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Boris Johnson is facing yet more political pressure, this time over whether he misled an investigation into a donation for Downing Street flat refurbishments, after contacted a Tory donor to 'ask for more money'.
The Electoral Commission fined the Conservative Party £17,800 over the donation by Tory peer Lord Brownlow to help cover the costly renovations to No 11 Downing Street.
Johnson's wife, Carrie Johnson, is believed to have chosen £850-a-roll gold wallpaper by top designer Lulu Lytle, who co-founded exclusive decorating company Soane Britain, for the refurb.
Brownlow, who has an estimated £271m fortune, has donated nearly £3m to the Conservatives and served as vice-chairman of the party between July 2017 and July 2020.
He was handed a peerage by former PM Theresa May in her resignation honours’ list in 2019.
The Electoral Commissions said the Tories had failed to “accurately report a donation and keep a proper accounting record” of the money handed over by Brownlow in October 2020.
Ministerial standards adviser Lord Geidt was told by the PM he did not know who was behind the flat refurbishment until February 2021, just before reports emerged in the media.
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But the Electoral Commission saw evidence that Johnson had sent the peer a WhatsApp message in November 2020 “asking him to authorise further, at that stage unspecified, refurbishment works on the residence”, to which he agreed.
Should Geidt say that he was lied to, there could be significant pressure for Johnson to resign.
Downing Street insisted Johnson had not lied to ministerial standards adviser Geidt despite telling him he had know knowledge of the payments until immediately prior to media reports in February.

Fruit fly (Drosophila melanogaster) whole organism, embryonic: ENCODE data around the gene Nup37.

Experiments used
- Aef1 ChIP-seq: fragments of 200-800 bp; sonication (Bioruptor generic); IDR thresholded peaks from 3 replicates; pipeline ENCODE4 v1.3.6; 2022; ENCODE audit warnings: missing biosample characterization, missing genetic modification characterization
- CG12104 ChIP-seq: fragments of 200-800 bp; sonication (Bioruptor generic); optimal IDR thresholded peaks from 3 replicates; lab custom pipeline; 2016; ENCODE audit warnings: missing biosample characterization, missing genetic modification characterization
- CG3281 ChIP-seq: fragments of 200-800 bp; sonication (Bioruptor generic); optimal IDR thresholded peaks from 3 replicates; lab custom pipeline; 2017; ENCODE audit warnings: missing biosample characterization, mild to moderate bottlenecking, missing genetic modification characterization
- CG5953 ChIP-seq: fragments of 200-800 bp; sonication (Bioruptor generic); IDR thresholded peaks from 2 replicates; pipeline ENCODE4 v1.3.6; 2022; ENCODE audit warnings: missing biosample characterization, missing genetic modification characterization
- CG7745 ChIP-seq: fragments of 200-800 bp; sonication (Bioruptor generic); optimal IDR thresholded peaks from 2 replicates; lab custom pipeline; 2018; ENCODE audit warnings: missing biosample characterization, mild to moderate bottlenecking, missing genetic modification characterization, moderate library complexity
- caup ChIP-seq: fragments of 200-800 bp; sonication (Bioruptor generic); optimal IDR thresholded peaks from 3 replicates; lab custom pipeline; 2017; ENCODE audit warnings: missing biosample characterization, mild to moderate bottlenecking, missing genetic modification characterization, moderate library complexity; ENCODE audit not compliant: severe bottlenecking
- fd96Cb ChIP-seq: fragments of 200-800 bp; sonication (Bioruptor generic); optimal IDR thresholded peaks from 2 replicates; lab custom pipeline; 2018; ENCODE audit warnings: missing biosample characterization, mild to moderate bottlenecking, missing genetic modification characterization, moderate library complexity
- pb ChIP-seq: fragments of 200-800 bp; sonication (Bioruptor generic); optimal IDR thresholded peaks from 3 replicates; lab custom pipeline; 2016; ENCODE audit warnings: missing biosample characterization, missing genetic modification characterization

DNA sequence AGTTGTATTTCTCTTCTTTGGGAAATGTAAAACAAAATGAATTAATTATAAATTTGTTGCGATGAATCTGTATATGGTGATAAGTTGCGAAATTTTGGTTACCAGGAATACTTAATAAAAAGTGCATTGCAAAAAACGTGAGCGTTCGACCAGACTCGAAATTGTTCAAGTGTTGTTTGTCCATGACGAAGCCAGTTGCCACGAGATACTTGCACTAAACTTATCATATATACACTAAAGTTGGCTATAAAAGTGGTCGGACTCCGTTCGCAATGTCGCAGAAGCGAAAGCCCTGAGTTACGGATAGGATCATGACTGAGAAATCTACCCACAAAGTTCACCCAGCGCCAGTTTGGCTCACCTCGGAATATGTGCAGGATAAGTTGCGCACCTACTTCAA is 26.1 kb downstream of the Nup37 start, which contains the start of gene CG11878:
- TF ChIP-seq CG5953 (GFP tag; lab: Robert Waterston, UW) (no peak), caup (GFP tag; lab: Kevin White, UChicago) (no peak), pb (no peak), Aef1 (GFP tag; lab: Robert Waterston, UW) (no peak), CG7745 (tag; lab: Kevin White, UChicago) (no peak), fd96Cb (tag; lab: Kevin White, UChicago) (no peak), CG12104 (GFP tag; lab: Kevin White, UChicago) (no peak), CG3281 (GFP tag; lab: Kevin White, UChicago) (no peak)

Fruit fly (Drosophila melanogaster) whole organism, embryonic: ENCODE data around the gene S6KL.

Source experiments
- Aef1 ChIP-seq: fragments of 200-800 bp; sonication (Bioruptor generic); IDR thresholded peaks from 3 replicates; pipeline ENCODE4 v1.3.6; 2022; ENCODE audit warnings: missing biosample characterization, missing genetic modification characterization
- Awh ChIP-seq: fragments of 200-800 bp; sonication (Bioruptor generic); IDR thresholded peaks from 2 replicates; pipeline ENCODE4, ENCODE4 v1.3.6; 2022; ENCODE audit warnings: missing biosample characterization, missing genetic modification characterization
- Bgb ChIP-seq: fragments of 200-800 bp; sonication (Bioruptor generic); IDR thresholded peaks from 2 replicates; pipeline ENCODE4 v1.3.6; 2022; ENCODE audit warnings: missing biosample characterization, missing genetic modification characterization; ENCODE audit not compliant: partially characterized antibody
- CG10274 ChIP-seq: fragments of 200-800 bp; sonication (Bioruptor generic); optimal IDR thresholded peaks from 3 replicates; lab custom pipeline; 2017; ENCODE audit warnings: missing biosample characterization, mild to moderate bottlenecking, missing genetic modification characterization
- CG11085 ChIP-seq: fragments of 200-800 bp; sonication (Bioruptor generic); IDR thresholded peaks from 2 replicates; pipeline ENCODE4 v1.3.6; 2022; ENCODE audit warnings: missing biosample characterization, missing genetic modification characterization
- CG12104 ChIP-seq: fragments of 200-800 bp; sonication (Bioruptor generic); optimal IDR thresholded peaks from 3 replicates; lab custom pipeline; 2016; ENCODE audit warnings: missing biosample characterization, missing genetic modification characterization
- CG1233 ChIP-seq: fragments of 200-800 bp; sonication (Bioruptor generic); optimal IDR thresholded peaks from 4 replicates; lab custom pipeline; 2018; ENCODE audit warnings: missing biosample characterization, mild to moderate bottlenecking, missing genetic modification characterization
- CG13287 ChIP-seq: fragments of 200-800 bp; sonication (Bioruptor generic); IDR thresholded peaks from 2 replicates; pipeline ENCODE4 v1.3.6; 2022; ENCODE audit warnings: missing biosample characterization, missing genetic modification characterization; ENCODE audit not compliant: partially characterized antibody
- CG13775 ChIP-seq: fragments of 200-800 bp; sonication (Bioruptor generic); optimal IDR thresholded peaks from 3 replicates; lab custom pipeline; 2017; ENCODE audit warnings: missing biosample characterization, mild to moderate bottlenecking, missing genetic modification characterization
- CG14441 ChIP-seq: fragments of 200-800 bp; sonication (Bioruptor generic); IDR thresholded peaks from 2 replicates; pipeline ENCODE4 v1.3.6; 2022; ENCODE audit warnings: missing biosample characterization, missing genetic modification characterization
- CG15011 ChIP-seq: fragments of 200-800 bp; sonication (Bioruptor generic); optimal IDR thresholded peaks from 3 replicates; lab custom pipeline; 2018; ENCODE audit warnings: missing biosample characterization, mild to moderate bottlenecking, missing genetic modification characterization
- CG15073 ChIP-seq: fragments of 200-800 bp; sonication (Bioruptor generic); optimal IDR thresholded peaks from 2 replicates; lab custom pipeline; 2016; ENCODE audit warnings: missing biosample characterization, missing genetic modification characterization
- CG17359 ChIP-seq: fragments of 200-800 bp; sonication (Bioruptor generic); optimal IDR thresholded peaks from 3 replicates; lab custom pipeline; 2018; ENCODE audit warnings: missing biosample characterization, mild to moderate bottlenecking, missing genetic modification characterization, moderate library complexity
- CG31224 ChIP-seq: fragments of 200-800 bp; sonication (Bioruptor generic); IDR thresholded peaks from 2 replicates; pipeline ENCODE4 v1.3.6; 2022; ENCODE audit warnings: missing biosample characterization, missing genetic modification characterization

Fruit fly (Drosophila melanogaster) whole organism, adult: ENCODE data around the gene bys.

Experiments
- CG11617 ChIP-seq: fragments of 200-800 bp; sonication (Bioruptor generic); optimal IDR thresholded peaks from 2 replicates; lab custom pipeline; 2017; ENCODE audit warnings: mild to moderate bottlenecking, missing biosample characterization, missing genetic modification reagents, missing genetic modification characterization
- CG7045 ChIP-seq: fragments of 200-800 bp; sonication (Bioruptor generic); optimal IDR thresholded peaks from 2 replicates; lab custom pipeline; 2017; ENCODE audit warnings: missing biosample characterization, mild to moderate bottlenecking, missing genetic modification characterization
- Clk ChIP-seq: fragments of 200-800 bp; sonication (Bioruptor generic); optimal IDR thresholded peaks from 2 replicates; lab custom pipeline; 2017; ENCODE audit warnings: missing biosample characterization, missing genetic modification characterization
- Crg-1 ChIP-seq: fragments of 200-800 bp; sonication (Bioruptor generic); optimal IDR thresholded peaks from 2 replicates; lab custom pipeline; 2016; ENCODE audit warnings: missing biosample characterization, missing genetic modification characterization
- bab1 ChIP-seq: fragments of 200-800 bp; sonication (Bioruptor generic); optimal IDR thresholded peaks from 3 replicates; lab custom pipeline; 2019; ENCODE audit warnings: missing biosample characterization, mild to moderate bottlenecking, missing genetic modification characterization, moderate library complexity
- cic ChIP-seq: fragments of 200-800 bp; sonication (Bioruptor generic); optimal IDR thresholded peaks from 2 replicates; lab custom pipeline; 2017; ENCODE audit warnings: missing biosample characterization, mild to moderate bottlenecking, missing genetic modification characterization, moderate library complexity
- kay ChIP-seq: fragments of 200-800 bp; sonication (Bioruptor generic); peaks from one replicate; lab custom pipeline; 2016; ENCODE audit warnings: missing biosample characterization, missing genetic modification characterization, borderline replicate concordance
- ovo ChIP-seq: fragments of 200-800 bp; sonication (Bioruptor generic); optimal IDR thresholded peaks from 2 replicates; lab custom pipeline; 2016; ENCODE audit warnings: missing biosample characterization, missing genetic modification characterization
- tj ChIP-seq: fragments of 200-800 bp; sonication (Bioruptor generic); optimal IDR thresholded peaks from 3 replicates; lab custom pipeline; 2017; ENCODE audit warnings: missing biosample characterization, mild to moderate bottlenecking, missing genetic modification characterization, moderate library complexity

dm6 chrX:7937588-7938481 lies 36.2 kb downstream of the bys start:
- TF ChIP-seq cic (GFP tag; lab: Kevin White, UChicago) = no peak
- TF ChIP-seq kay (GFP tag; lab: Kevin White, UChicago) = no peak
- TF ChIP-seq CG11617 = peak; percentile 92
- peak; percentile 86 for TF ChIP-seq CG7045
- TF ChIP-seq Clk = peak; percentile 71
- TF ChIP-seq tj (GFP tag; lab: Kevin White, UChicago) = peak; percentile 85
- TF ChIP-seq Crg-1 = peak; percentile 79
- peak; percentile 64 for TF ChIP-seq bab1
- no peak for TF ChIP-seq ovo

Deputy Labour leader Angela Rayner said the prime minister should now explain why he “lied” by saying he did not know who was behind the payment to the standards adviser.
Rayner said: “It is right that the Electoral Commission has fined the Conservative Party but the prime minister must now explain why he lied to the British public saying he didn’t know who was behind No 11 flat refurb – all the while he was WhatsApping the donor asking for more money.
“Boris Johnson has taken the British public for fools. He’s not only broken the law but made a mockery of the standards we expect from our prime ministers.”
Labour MP Liz Twist said the report was “yet another example of this government not wanting play by the same rules as everyone else”, while shadow business minister Bill Esterton said Johnson must “explain why he lied to the British public”.
Stephen Farry, the deputy leader of Northern Ireland’s Alliance Party, added: “Another day, another lie from Boris Johnson exposed.”
The prime minister’s official spokesman denied Johnson had lied and insisted he has “acted in accordance with the rules at all times” and has “made all necessary declarations”.
Downing Street’s defence amounted to Johnson not knowing that Brownlow was providing the money to the “blind trust” he was organising.
“Lord Brownlow was the chair of a blind trust and acted in accordance with his experience of managing blind trusts in that way, the prime minister’s discussions with Lord Brownlow were done without him knowing the underlying donor of that donation,” the official spokesman said.
The Electoral Commission report said the Tories had repeatedly said the money had not been a donation but had been described as “a donation to the prime minister via the party”, a “ministerial matter”, the repayment of a loan, and at one stage a “gift to the nation”.
The refurbishments to the flat above No 11 sparked sustained scrutiny of Johnson’s finances, with the works vastly exceeding the £30,000 annual limit afforded to the prime minister.
And the Electoral Commission investigation – which took in more than 2,400 pages of evidence – found that the party failed to fully report a donation of £67,801.72 from Huntswood Associates Limited, whose director is Brownlow, in October 2020, including £52,801.72 connected to the costs of refurbishment.
The commission report added: “The party also made statements to the commission which were not supported by the evidence subsequently obtained.”
The Tories said they were considering whether to appeal against the fine.
A party spokesman said: “We have been in constant contact with the Electoral Commission with regards to this matter and have sought their advice as to how the transaction should be reported since it was made.”
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